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People with serious mental illness (SMI) have high rates of smoking and need better access to cessation treatment. Mobile behavioral interventions for cessation have been effective for the general population, but are not usable by many with SMI due to cognitive impairments or severe symptoms. We developed a tailored mobile cessation treatment intervention with features to reduce cognitive load.
We enrolled 20 smokers with SMI and showed them how to use the program on a device of their choice. They were assessed at 8 weeks for intervention use, usability, satisfaction, smoking characteristics, and biologically verified abstinence.
Participants accessed an average of 23.6 intervention sessions (SD = 17.05; range 1–48; median = 17.5) for an average total of 231.64 minutes (SD = 227.13; range 4.89–955.21; median = 158.18). For 87% of the sessions, average satisfaction scores were 3 or greater on a scale of 1–4. Regarding smoking, 25% of participants had reduced their smoking and 10% had biologically verified abstinence from smoking at 8 weeks.
Home and community use of this mobile cessation intervention was feasible among smokers with SMI. Further research is needed to evaluate such scalable approaches to increase access to behavioral treatment for this group.
Education is a fundamental human right that is recognised as essential for the attainment of all civil, political, economic, social and cultural rights. It was not until 2006, on the adoption of the UN Convention on the Rights of Persons with Disabilities (CRPD), that the right to inclusive education was codified. This volume fills a major gap in the literature on the right of disabled people to education. It examines the theoretical foundations and core content of the right to inclusive education in international human rights law, and explores the various ways of implementing this right through an exploration of legal strategies and mechanisms. With contributions by leaders in the field, this volume advances scholarship on the core content of the right to inclusive education by examining the content and practice of the right at the national, regional and international levels.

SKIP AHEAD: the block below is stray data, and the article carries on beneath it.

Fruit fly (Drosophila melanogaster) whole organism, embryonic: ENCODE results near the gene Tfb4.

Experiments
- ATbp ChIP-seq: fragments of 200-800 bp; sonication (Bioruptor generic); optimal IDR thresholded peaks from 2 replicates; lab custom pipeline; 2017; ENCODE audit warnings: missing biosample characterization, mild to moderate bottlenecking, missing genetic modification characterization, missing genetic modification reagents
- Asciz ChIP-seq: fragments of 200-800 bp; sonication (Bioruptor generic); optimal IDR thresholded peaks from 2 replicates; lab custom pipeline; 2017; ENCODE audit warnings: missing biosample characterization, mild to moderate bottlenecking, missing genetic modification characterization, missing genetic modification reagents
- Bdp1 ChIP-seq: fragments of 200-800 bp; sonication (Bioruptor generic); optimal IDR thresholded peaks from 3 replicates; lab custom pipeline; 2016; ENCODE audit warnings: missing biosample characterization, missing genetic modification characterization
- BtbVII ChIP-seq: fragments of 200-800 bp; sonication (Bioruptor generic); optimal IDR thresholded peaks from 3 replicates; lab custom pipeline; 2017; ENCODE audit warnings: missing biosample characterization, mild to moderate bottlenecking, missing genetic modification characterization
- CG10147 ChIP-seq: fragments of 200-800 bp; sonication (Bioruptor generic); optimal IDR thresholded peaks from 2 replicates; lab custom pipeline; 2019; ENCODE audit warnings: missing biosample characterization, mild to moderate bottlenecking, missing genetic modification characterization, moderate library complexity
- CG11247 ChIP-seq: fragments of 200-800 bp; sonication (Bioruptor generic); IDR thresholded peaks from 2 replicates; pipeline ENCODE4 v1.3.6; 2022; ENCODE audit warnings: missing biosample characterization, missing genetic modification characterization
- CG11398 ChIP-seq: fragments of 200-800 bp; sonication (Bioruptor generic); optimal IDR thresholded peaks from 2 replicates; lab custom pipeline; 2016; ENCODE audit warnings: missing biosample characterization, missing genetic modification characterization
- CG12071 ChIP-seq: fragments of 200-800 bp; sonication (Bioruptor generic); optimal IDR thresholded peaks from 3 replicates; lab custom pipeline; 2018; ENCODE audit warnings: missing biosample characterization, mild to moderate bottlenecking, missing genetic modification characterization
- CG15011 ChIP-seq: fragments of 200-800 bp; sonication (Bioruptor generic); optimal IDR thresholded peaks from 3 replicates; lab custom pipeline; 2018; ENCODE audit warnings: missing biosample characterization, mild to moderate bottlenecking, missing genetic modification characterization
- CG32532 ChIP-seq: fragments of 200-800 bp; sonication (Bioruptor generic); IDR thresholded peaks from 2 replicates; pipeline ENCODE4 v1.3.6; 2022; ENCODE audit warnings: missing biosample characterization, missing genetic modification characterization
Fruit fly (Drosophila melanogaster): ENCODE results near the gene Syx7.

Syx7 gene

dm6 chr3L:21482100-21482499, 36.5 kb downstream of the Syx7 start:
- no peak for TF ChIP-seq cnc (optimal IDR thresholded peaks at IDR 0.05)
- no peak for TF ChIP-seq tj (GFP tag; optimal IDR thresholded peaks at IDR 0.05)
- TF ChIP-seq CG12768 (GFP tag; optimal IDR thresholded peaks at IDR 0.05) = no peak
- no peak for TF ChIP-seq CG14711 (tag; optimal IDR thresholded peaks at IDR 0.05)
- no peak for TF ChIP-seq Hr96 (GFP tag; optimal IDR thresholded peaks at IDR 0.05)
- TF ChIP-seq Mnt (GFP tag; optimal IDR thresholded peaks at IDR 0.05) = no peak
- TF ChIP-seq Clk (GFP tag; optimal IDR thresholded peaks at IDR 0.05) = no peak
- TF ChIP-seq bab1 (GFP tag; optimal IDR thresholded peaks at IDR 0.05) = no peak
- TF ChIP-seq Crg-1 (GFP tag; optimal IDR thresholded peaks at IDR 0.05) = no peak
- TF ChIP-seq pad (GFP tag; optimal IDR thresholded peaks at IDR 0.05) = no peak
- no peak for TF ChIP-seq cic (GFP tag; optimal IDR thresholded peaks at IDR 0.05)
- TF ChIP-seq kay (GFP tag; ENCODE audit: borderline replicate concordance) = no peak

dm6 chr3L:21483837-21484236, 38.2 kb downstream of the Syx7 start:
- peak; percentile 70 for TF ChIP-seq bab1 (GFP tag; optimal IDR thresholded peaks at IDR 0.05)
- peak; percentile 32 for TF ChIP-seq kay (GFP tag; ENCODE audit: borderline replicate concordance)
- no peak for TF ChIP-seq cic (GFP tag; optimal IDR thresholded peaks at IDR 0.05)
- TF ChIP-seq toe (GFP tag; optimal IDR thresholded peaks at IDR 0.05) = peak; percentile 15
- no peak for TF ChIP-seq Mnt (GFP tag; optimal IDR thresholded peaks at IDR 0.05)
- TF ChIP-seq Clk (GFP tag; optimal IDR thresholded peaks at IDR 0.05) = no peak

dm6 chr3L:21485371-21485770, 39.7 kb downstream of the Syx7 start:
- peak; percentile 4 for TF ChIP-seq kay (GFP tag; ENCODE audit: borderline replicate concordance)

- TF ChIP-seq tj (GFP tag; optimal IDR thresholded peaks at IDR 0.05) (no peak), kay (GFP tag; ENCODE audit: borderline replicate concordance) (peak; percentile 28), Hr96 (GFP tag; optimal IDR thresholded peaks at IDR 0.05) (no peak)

Dysregulated physiological stress reactivity has been suggested to impact the development of children and adolescents with important health consequences throughout the life span. Both environmental adversity and genetic predispositions can lead to physiological imbalances in stress systems, which in turn lead to developmental differences. We investigated genetic and environmental contributions to autonomic nervous system reactivity to a psychosocial stressor. Furthermore, we tested whether these effects were consistent with the differential susceptibility framework. Composite measures of adverse life events combined with socioeconomic status were constructed. Effects of these adversity scores in interaction with a polygenic score summarizing six genetic variants, which were hypothesized to work as susceptibility factors, were tested on autonomic nervous system measures as indexed by heart rate and heart rate variability. Results showed that carriers of more genetic variants and exposed to high adversity manifested enhanced heart rate variability reactivity to a psychosocial stressor compared to carriers of fewer genetic variants. Conversely, the stress procedure elicited a more moderate response in these individuals compared to carriers of fewer variants when adversity was low.
Older people with dementia are at increased risk of physical decline and falls. Balance and mood are significant predictors of falls in this population. The aim of this study was to determine the effect of a tailored home-based exercise program in community-dwelling older people with dementia.
Forty-two participants with mild to moderate dementia were recruited from routine health services. All participants were offered a six-month home-based, carer-enhanced, progressive, and individually tailored exercise program. Physical activity, quality of life, physical, and psychological assessments were administered at the beginning and end of the trial.
Of 33 participants (78.6%) who completed the six-month reassessment ten (30%) reported falls and six (18%) multiple falls during the follow-up period. At reassessment, participants had better balance (sway on floor and foam), reduced concern about falls, increased planned physical activity, but worse knee extension strength and no change in depression scores. The average adherence to the prescribed exercise sessions was 45% and 22 participants (52%) were still exercising at trial completion. Those who adhered to ≥70% of prescribed sessions had significantly better balance at reassessment compared with those who adhered to <70% of sessions.
This trial of a tailored home-based exercise intervention presents preliminary evidence that this intervention can improve balance, concern about falls, and planned physical activity in community-dwelling older people with dementia. Future research should determine whether exercise interventions are effective in reducing falls and elucidate strategies for enhancing uptake and adherence in this population.